Providing Expertise in Citizen Science Research
Heidi Ballard, associate professor of environmental education, presented talks on citizen science and public participation in scientific research at the Cambridge Conservation Forum in November 2014 and at the first-ever Citizen Science Conference that preceded the annual meeting of the American Association for the Advancement of Science (AAAS) in February.
Cambridge Conservation Forum
The title of Ballard’s talk “Environmental Science Learning through Participation in Scientific Research: From Learning to Conservation Action” in Cambridge, England was part of the Cambridge Conservation Seminars at the University of Cambridge.
Citizen Science Association and the AAAS
Ballard participated in a number of panels and presented a broad array of her citizen science research the first-ever Citizen Science Conference that led into the annual AAAS meeting in February 2015. She presented studies on the development of science identity in citizen science projects; citizen science in natural history museums; the convergence of environmental education, citizen science, and conservation; and evaluation of learning and conservation outcomes in youth citizen science. See the abstract for her talk on the opening panel titled “Public Engagement for Scientists: Realities, Risks and Rewards” at the AAAS conference.
“Engaging the Public through Participation in Scientific Research”
Abstract of talk given at AAAS Meeting
One way to engage the public in science is to involve people directly in scientific research and environmental monitoring. This has become a viable and crucial way to address local and global environmental, health, agricultural, poverty problems, among others.
Public participation in scientific research can take many forms, from projects that allow large numbers of people across huge spatial and temporal scales to collect (citizen science) and categorize (crowdsourcing) data, to collaborative community-based participatory research projects in which scientists and community partners work hand in hand to ask and answer locally-relevant questions.
Involving members of the public in scientific research can be a two-way street: the research project can benefit from the time, energy, local knowledge, expertise and experiences of the participants, and the participants can benefit by learning more about how the scientific process really happens, limitations and uses of real science, and potentially benefit their own or even wider communities by generating relevant information. But not every research or monitoring effort is necessarily appropriate for a participatory approach, nor do these presumed benefits arise from every participatory project. As with every public engagement endeavor, there are no silver bullets. I describe some key considerations and questions that scientists can ask themselves before embarking on a participatory project, whether it is a citizen science project involving members of the public in collecting data, or a collaborative project with a community-based group every step of the way.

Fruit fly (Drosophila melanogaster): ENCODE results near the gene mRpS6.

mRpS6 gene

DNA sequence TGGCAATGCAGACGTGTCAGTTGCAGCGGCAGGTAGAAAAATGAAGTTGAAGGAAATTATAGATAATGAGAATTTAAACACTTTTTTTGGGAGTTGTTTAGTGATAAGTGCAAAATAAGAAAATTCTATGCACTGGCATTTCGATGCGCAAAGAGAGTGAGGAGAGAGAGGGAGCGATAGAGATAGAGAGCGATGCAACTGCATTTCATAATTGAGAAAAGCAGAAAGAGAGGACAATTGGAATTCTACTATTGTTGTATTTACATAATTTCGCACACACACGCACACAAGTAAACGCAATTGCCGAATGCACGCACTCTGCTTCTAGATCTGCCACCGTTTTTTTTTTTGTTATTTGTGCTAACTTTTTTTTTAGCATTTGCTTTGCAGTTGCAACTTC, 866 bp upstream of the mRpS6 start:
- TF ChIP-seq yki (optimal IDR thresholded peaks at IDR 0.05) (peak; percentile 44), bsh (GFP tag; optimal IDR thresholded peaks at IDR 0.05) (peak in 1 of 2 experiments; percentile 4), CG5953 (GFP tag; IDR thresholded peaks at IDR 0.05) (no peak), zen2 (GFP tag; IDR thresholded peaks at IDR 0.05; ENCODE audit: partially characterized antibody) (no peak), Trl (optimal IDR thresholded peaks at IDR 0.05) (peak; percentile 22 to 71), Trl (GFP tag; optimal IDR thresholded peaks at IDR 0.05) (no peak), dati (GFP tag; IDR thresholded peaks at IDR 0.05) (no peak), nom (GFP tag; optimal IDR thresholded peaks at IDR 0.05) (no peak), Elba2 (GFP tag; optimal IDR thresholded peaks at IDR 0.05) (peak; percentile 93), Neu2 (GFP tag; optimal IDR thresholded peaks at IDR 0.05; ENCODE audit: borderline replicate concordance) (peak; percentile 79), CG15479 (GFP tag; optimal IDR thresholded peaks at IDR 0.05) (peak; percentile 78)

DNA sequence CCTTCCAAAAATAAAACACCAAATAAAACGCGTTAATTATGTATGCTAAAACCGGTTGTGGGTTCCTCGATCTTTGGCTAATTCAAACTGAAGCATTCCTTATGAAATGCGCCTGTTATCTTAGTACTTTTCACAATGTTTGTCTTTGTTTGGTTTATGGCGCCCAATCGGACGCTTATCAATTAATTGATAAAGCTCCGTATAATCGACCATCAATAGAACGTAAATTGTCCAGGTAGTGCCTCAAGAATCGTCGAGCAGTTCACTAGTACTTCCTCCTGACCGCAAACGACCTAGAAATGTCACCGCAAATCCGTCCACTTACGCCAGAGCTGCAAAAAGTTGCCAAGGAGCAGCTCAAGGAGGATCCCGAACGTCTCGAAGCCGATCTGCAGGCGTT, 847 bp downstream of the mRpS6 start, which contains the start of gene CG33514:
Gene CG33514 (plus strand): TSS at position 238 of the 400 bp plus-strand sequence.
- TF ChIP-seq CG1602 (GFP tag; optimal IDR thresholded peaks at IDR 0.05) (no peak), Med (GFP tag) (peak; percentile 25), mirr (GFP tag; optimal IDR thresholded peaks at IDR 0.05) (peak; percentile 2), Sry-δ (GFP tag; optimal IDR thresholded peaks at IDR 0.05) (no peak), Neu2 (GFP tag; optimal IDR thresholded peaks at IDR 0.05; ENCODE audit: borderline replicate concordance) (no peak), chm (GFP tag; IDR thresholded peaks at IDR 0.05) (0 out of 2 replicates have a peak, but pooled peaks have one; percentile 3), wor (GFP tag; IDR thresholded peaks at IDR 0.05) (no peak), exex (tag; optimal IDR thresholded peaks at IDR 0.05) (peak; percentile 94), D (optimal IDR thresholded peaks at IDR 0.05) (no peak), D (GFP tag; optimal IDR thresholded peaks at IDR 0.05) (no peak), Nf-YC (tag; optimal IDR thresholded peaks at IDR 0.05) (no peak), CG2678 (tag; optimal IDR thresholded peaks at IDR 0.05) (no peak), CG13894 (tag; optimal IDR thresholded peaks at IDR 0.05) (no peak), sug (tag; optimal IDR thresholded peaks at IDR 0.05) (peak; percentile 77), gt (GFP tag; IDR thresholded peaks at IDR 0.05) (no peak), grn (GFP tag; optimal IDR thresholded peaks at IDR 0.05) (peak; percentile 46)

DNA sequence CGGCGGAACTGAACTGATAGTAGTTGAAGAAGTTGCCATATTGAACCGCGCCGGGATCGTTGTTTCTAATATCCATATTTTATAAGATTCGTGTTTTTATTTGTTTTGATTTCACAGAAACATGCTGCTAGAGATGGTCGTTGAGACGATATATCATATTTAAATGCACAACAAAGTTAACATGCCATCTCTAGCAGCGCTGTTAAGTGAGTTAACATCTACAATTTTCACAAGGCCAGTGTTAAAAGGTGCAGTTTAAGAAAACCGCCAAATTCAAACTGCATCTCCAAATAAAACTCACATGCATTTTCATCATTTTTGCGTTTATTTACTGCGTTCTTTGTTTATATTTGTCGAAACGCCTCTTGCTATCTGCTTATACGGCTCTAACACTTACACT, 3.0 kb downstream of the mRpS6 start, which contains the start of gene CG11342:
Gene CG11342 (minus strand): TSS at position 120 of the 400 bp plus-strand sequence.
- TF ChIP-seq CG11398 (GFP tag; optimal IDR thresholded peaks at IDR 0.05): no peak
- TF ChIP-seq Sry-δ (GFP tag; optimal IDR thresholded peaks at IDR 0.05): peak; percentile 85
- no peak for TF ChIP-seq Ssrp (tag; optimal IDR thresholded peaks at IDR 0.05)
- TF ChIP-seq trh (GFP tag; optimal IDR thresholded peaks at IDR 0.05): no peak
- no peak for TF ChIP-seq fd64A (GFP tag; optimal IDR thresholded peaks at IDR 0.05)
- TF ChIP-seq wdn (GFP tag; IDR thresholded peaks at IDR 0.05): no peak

Despite the apparently recent explosion of citizen science in the United States (see the new Citizen Science Association and its first conference), collaborations between scientists and members of the public through research has gone on for hundreds of years and all over the world, and we have a growing research base on what works and what doesn’t and under what circumstances.
I aim to provide a brief overview of useful approaches for scientists hoping to involve the public in a research or monitoring project, drawing particularly from conservation, natural resource management, and public health, as well as pitfalls to watch out for. Above all, we know that a communicative, transparent, respectful relationship between scientists and public participants leads to the most fruitful and effective projects that authentically engage the public in science.